Summer 1998 (6.2)
We asked expatriates and
frequent travelers to Azerbaijan for some tips that could help
you prepare for your visit to the country. Note that these are
only suggestions, and may not hold true for your own experience.
Keep in mind that Azerbaijan does not yet have a tourist industry,
so "roughing it" may describe your travel experience
there. The easiest way to ensure a good visit is to strike up
conversations with local Azeris; you'll soon make new friends
who will be glad to answer your questions and chances are, they
may even show you some of the unique places to visit themselves.
Flying To Baku
These days, there are numerous ways to fly to Baku. During the
Soviet period, it was impossible except via Moscow or Leningrad
(St. Petersburg). Nowadays, most travelers avoid Russia.
British Air has four flights weekly from London, including
First Class service on DC-10s. Three times a week, you can fly
from Frankfurt (Lufthansa), Amsterdam (KLM), Dubai (Emirates
Airlines) and since May 1998 from Zurich (Swissair).
Turkish Air offers four flights
weekly from Istanbul. Iran Air flies from Tehran and from Tabriz
once a week. Azal (Azerbaijan Airlines) flies to numerous destinations
including London, Istanbul, Tehran, Dubai and many CIS countries.
PIA (Pakistan International Airline) has weekly flights to Karachi.
Most flights leave Baku for
Europe in the wee hours of the morning (3 A.M. and 4 A.M.) which,
though incredibly disruptive and inconvenient, permits travelers
to make connecting flights onward to other locations in Europe
and the U.S. on the same day.
Many young people in Azerbaijan are learning to speak English,
but older people tend to know Russian as their second language
or even first language as it was the prestigious language in
Azerbaijan during the Soviet period. You'll find that Azeris
are anxious to practice their English with native speakers and
will welcome your attempts at conversation. Try to learn some
useful Azeri and Russian phrases from the people you meet. At
the present time, phrasebooks will probably be difficult to find,
except a few published in Azeri Cyrillic. (See
Incredible Demand for English, AI 2.2.
Public pay phones are available for local calls. To use them,
purchase tokens from the Telephone Exchange. However, it's usually
easier just to go into a store and ask to use their phone; they
usually won't mind. Azerbaijan does not yet have phone cards.
Local Internet providers are available, and cellular phones are
For international phone calls,
you can go to a hotel or to the PTT (Post / Telephone / Telegraph)
to place the call. Make sure to check the rate first-it's extremely
expensive to call out from Azerbaijan. (Rates to the U.S. are
typically $6 or more per minute.) You may want to make an arrangement
with a Call Back provider ahead of time. To call out, dial 8
to get a dial tone, 10 to get outside of Azerbaijan, then the
country code and number.
Don't bring traveler's checks; bring cash, preferably U.S. dollars.
Make sure the bills were printed after 1990 or that they have
the larger "Benjamin Franklin" portrait (printed since
1993) as there has been a problem with counterfeit bills circulating
in Azerbaijan, and exchanges and banks will not exchange the
Safe, legal "Exchanges"
exist on nearly every other street corner in Baku. Automatic
Teller Machines (ATMs) are not yet available. Credit cards are
being accepted in more and more establishments, especially in
hotels and in some restaurants. It is possible to have money
wired to you (and given to you in manats). Foreigners are able
to open bank accounts-go to banks such as British Bank of Middle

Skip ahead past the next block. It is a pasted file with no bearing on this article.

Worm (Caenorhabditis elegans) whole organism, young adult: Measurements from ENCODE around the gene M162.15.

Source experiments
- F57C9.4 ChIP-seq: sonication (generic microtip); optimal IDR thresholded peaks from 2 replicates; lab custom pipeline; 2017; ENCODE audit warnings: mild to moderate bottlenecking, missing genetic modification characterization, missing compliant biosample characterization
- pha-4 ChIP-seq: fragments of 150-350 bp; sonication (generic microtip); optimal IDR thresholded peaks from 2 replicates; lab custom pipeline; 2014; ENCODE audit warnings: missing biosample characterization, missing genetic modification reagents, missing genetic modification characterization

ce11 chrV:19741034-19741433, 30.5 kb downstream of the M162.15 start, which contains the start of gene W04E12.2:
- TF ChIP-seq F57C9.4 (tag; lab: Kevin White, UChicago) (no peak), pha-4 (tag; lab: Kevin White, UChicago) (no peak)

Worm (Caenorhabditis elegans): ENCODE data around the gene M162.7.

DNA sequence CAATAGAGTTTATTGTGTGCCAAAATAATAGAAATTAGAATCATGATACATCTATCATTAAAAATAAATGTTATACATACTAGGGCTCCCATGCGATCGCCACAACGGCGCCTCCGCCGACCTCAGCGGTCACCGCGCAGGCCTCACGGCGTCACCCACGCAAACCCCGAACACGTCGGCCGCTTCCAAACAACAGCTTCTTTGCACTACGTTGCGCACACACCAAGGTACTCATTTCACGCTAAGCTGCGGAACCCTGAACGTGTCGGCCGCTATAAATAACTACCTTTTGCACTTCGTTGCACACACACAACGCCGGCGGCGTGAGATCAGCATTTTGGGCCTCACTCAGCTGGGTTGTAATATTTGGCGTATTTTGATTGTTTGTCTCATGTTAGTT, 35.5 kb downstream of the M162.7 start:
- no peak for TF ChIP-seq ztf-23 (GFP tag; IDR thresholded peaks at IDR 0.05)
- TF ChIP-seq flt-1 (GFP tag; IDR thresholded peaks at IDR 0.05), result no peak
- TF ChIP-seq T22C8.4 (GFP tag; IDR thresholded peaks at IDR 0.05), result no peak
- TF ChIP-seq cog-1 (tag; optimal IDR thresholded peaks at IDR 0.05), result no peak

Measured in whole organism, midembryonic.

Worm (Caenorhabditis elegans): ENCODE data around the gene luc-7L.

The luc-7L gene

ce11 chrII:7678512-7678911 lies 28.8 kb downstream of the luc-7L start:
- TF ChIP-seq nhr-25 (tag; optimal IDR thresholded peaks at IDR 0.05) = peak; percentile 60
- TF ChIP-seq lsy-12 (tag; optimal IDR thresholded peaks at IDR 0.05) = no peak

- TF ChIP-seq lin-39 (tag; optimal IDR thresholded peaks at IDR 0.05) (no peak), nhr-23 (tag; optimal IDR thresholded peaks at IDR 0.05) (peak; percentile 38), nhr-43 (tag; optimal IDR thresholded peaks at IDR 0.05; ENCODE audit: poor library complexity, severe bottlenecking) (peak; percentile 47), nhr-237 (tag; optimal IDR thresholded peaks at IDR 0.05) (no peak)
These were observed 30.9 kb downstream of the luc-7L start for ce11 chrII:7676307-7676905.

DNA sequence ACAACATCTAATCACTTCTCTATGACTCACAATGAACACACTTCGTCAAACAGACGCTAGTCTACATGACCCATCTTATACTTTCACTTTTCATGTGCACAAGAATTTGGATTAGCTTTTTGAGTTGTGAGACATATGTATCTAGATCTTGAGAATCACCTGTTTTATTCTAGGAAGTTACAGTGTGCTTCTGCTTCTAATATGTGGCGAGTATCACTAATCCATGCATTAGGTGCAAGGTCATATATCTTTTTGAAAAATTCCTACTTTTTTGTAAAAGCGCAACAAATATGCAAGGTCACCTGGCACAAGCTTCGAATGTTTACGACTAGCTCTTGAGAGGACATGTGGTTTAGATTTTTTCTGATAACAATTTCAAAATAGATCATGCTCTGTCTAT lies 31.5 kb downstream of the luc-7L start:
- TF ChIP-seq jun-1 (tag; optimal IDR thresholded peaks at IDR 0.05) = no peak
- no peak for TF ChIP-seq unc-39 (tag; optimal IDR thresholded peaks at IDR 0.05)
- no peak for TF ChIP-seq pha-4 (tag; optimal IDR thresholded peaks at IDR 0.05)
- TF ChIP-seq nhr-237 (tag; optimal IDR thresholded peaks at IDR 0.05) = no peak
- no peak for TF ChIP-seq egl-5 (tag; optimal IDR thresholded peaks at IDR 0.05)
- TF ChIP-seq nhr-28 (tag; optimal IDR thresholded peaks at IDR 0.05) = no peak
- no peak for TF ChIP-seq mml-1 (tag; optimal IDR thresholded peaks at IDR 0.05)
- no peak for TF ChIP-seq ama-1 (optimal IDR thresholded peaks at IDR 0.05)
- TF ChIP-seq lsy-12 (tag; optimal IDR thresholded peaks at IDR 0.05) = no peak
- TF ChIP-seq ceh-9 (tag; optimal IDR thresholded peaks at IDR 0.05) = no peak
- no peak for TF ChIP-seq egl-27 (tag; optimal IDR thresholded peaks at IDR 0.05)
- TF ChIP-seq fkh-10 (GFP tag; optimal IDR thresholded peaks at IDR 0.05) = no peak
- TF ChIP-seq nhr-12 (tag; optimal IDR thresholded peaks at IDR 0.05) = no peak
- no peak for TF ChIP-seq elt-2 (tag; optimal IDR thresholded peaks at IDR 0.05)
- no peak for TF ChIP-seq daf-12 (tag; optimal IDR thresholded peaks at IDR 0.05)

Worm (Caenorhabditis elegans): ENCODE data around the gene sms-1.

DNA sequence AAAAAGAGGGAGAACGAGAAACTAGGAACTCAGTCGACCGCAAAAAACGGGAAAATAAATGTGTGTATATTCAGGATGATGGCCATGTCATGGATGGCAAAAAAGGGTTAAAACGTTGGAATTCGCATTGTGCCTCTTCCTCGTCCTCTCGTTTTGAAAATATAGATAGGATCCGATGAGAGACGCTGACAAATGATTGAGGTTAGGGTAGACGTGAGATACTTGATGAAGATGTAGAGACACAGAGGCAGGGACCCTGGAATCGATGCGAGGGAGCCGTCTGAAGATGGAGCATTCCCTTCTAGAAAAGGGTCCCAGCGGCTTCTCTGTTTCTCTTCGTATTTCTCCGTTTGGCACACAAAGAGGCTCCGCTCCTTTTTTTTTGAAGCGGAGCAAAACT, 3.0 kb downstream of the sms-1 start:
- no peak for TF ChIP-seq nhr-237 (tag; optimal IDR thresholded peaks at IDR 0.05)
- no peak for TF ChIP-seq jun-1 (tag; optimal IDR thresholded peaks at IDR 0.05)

East or Azerbaijan International Bank. Checks are not used very
often; most all exchanges are still on a cash basis.
An international driver's license is valid in Azerbaijan if you
stay in the country for less than 4 months. After that, you'll
need to get a stamp from the road police. Also, make sure that
your car's paperwork gives you authorization to drive it. Rental
cars are available-Avis, Hertz and others. It's still quite rare
for women to drive in Azerbaijan.
Expect a little craziness when
driving; roads are poor and there are lots of gridlocks and potholes.
Azeri driving behavior is not incredibly dangerous nor aggressive,
but don't depend on drivers to stay in their own lanes. Nor with
they always pay attention to traffic signals. Also pedestrians
constantly cross the street everywhere.
Note that "left-hand"
turns across traffic are absolutely forbidden. You have to find
a way to get to the other side of the street and then make a
"right-hand" turn. Sometimes this means driving a mile
or so out of your way and reversing direction. Sometimes, you'll
find cars backing up a one-way street just so they can "legally"
head in the direction they want to go. Drive defensively at all
If a policeman signals you to
pull over, he'll use a siren or point with a baton. Above all,
stay calm and don't get out of the car. The officer will shake
hands with you first, introduce himself, then ask for your license
and car's documentation. Answer his questions, but don't volunteer
information. Be ready to apologize. The officer may be looking
for a bribe, but will eventually let you go without one.
Drinking and driving is a very
serious offense in Azerbaijan, so make sure to have a designated
driver even if you plan to drink even a small amount of alcohol.
Baku is known as the "wind-beaten city" or Windy City.
You'll want to have a warm sweater or windbreaker handy. Sunglasses
help to protect your eyes from the wind and glare, especially
if you're out on the Caspian. The late summer is hot and humid,
so bring light-textured, light-colored clothing. Women's clothing,
in general, tends to be fairly modest (except among youth). Long
skirts are a favorite because of the wind. Also, bring comfortable
shoes for lots of walking.
These days, you can buy almost anything in Azerbaijan, for a
price. In the past, you had to pack film, cassettes, batteries,
everything. But those days are past. If you have specific needs,
especially medications, you should bring them with you. It's
also helpful to have vitamins and medicines. Many people come
prepared for about with diarrhea.
If you need to see a doctor, go to the medical services that